Jewish World Review August 16, 2004/ 29 Menachem-Av, 5764
Party pushes skewed view of post-9/11 world
I have lived in Boston for five years now, so I know it can't be the water. Or the dust from the Big Dig. Or even the curse of the Bambino. No, it must be something endemic to political conventions. The Republicans will hold theirs soon enough, presumably providing fodder of their own for observers like me, so let me deal with the departed Democrats.
I have a title for their folly. I call it "9/11 Nostalgia." No, I'm not suggesting the Democrats were any less affected than most of the civilized world by the horror of the event. But in its aftermath - the worldwide expressions of shock, the empathy of the French, the solidarity of the Alliance, the coming together of the country - the Democrats found a moment that could somehow have been bottled, preserved for the future as the United States chartered a course against worldwide terrorism. The presumption was that a John Kennedy or Harry Truman could have set such a course for others to follow just as they did in the Cold War against communism. And from Jimmy Carter to Barak Obama to Joseph Biden to Max Cleland, the convention theme was shame on George W. Bush for squandering that moment. Shame on Bush for letting the French and Germans slip away. Shame on Bush for not racing toward independence from Mideast oil, so, as John Kerry says, no American solider will ever again have to die in a war for oil.
What a naive misreading of postwar history and of recent events. Let us take the French, for example. Saved twice by American intervention and drawn into a common NATO defense, the French still sought to lessen American influence by developing their own nuclear deterrent, strengthening their entente with Germany, and forging their own relations in the Third World.
The Cold War years seem rosy only in hindsight. In fact, much of the world chose not to follow the U.S. lead. Certainly the People's Republic of China didn't. Nor did India, at least in foreign policy. Emerging African and Asian nations generally chose neutrality. Arab powers like Egypt and Syria looked to the Soviets for help against Israel, at least until they had lost four wars.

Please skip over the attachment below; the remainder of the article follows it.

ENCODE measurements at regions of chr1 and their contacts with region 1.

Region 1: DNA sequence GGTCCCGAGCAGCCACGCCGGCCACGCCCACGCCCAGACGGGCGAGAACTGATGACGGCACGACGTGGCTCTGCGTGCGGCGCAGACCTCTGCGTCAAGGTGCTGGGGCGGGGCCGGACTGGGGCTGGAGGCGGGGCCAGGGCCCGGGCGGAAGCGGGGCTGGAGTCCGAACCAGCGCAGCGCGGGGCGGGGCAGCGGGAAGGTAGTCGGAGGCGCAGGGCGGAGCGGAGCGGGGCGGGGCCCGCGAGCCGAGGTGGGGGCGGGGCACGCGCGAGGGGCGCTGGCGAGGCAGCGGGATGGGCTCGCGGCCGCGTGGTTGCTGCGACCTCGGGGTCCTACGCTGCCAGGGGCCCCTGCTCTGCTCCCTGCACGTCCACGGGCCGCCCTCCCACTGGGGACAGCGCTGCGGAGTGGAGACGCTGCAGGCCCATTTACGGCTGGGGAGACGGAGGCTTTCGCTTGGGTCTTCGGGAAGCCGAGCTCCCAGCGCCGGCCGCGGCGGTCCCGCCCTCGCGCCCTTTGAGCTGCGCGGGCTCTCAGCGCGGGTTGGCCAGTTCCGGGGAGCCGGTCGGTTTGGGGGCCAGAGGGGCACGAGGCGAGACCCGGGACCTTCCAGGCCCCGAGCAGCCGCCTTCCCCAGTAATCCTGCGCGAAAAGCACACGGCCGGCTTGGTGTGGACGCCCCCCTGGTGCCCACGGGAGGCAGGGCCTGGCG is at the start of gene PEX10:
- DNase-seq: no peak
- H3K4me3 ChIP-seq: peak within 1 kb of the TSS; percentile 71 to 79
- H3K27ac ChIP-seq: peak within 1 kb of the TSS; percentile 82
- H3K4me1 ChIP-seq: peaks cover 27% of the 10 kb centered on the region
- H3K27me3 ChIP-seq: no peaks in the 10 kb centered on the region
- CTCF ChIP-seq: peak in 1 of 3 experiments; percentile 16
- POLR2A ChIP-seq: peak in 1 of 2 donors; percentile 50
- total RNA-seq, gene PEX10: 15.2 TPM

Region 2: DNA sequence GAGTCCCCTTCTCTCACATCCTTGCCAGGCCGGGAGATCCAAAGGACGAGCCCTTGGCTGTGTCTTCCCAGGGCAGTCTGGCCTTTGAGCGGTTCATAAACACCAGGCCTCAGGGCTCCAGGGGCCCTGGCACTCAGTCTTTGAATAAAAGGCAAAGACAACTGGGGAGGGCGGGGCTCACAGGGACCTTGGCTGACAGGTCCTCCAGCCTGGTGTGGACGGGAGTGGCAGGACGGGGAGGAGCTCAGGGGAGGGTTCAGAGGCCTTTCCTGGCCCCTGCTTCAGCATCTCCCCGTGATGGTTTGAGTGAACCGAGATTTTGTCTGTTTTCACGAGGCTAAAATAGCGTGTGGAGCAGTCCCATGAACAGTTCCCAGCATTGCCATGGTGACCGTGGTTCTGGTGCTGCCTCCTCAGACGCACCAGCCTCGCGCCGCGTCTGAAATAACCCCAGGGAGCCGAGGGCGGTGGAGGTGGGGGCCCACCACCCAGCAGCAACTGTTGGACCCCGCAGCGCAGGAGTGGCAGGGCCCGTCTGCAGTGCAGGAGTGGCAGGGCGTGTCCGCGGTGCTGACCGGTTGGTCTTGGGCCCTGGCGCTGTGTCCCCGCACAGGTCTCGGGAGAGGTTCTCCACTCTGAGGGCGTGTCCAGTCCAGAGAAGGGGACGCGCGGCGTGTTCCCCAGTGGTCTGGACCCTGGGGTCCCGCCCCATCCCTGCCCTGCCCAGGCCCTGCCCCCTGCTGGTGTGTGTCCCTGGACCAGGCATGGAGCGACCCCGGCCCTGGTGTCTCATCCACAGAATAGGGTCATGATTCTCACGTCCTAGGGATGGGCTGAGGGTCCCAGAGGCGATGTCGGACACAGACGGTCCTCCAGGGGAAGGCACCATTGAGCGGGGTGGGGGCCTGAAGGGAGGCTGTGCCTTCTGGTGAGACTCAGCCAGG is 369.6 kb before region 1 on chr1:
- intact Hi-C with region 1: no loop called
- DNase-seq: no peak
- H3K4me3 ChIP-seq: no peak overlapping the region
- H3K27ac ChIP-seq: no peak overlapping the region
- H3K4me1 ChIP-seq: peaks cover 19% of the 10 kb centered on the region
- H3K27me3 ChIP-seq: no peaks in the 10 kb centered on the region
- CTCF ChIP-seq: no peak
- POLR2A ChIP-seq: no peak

At international meetings in those years one encountered a long list of grievances against Washington: coups in Iran, Guatemala, and Chile; efforts to overthrow Castro; support for reactionary tyrants around the world. Even the Reagan military build-up, which finally tipped the scales, drew widespread alliance opposition.
Let us face facts: those who accepted U.S. leadership did so because they did not wish to be overrun by communist neighbors. Now that threat has passed, and the United States stands as the world's sole superpower or as the French say, "hyperpower." Therefore, it is in the interest of most nations to check Washington's influence. This is the situation that confronted Bush when he sought allies to fight with the United States in Iraq. It will confront Kerry or Bush again in the next administration and their successors in administrations beyond that. All will have to determine what steps are in the vital U.S. interests with little certainty of military help from traditional allies.
© 2004, Hoover Institution
Distributed by Knight Ridder/Tribune Information Services.
JWR contributor Bob Zelnick is the author of, among others, Backfire: A Reporter's Look at Affirmative Action and Gore: A Political Life . A former ABC News correspondent, he is a professor of journalism at Boston University and a research fellow at the Hoover Institution, which will publish his book on the Florida contest next month. Comment on this column by clicking here.
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